Example competency answers

Influencing, communication and teamwork:
Describe how you achieved a goal through influencing the actions or opinions of others. What were the circumstances? What did you do to make a difference? How do you know the result was satisfactory?

When reviewing the below example answer to the question above, consider:

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First Example

At university I was deputy president of the German Society and we decided to raise money for charity by organising a Christmas Ball. This had been done the year before and was a huge success, so at our events meeting I told the group I thought it would be a good idea to repeat it. Several other people in the group did not want to do this, but I was able to influence them that it was a good idea2,3. We started planning in October 2006. We had to make sure that the venue was local because otherwise the cost of the taxi fare would have put people off. We had trouble finding a venue as most were already booked, but we finally found one. We decided to hire the hotel DJ for the music and agreed the menus for the meal. We had the tickets printed to avoid anyone photocopying them, but this caused a delay and meant that we couldn't start selling them until the end of November1. Selling the tickets was a lot of work - we had to spend time staffing the ticket desk and going round lectures to promote the ball. Some of the group dropped out because of the pressure of work, which meant that it was up to me and the president to pull this off, or we would lose our deposit and have to cancel the ball3. We decided to join up with the Spanish Society and make it a "Modern Languages Christmas Ball", and we sold all the tickets. It was a great night, we raised over £800 (quite a lot by persuading people to buy raffle tickets on the night), and I know that the hard work I put in made it happen2,4. We gave the money we had raised to the RNIB.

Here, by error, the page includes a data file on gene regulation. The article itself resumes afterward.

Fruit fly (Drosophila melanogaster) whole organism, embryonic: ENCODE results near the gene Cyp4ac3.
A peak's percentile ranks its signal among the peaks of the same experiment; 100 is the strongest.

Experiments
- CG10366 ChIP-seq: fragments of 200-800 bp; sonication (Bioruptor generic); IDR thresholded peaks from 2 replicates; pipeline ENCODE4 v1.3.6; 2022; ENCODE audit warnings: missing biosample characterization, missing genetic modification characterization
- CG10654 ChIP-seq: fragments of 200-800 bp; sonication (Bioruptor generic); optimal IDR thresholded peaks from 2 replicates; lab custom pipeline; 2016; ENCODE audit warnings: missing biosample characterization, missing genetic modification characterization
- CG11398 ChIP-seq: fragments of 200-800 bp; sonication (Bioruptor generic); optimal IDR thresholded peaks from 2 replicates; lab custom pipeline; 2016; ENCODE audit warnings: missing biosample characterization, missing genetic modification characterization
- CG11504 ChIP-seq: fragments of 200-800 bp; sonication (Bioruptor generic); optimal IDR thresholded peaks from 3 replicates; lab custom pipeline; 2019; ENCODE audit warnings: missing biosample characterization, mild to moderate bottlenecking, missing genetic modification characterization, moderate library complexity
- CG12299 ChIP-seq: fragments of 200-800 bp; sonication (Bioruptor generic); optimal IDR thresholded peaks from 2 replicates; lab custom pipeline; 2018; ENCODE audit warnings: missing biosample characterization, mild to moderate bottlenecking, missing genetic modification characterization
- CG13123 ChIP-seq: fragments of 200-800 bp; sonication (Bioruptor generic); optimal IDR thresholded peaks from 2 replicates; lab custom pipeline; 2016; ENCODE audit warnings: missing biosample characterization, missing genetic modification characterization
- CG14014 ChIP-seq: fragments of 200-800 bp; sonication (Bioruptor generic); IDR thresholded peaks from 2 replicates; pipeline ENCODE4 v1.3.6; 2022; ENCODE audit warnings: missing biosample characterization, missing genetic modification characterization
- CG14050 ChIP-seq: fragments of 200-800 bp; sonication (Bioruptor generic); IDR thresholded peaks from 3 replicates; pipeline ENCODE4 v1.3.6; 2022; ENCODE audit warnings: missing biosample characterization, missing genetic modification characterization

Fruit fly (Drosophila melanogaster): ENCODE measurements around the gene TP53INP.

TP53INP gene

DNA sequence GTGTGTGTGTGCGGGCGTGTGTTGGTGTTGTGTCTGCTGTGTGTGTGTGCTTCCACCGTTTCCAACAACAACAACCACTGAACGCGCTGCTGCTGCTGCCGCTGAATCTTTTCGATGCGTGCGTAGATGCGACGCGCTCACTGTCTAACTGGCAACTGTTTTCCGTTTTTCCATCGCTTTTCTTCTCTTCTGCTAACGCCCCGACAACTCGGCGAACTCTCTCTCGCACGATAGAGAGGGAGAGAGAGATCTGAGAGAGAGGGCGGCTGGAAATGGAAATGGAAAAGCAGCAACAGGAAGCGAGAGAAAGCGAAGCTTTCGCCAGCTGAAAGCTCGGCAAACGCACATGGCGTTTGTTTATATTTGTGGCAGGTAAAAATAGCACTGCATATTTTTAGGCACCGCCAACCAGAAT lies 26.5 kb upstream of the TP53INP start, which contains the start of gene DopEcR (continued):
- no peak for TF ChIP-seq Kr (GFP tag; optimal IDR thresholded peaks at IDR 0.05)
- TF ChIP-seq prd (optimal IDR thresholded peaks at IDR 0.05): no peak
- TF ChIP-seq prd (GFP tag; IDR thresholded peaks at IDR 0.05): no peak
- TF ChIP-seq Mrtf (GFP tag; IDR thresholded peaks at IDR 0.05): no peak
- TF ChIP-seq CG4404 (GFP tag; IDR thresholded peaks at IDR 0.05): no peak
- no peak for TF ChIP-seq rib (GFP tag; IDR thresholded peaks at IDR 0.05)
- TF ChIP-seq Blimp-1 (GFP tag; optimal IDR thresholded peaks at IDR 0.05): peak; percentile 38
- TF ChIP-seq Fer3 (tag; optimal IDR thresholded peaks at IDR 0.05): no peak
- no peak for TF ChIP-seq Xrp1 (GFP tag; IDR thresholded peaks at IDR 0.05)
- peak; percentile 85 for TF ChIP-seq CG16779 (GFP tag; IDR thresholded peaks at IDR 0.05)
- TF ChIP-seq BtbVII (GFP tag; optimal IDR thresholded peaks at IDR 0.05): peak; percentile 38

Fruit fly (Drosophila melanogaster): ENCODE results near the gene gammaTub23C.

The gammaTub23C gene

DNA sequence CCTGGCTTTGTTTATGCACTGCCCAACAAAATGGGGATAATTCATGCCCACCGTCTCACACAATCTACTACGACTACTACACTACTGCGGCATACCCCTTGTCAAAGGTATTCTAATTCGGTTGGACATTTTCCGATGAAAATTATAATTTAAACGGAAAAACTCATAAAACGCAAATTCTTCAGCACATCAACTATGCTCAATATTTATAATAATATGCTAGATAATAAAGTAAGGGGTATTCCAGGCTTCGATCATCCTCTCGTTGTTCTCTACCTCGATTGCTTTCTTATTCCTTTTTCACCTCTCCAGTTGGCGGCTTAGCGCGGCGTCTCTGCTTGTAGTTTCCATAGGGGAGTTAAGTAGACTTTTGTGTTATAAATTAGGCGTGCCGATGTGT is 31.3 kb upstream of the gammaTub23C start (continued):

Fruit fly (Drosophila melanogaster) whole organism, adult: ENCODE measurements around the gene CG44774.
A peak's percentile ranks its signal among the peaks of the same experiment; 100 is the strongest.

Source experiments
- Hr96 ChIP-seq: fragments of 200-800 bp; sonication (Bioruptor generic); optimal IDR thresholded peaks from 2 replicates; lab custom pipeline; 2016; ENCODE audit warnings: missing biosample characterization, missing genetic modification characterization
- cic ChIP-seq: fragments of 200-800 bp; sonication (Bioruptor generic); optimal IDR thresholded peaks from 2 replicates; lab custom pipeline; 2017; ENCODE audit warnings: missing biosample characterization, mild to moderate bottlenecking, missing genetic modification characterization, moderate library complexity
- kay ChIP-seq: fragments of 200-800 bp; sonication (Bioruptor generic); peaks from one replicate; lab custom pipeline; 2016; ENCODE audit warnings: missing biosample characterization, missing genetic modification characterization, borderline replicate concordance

Notes:

Suggested feedback:

This answer reveals a great deal about the applicant, not all of it good!

1Describing skills used
It's a very rambling answer which wastes a lot of space telling the story in detail and doesn't use the experiences described to highlight the candidates skills (e.g., should have left out all the information about the venue, the menus, the DJ, which are not connected to describing a skill).
2Describing how it was done
When the candidate says what he/she did (e.g. "I influenced the group") the answer does not explain how it was done. This is a big mistake. This is only giving half of the answer: the candidate needs to be much more specific, e.g.:
"by doing X and Y, I was able to influence the group."
3Negative aspects of the answer
Some things work negatively for the candidate in this answer: the fact that most of the group dropped out mid-way through the project (having warned at the beginning that time was an issue) suggests that the candidate's skills of teamwork, and of influencing the actions and opinions of others are not as good as he/she may believe. The statement "I told the group...I was able to influence them" put in this context suggests arrogance and an inability to listen to others, which caused problems later in the project. In this sense, the answer is quite naive and reveals a lack of self-awareness.
4Positive aspects of the answer
On the positive side, the candidate clearly explains that the ball was a success.

Decision: would you invite this candidate to interview?